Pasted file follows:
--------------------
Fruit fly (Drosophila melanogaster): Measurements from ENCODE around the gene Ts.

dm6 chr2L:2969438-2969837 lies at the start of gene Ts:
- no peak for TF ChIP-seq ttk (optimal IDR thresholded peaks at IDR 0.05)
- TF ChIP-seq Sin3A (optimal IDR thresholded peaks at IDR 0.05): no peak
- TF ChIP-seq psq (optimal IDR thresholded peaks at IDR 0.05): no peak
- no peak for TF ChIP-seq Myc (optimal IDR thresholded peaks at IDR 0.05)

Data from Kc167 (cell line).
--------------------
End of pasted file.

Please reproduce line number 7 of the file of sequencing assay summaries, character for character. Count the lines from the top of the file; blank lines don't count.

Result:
Data from Kc167 (cell line).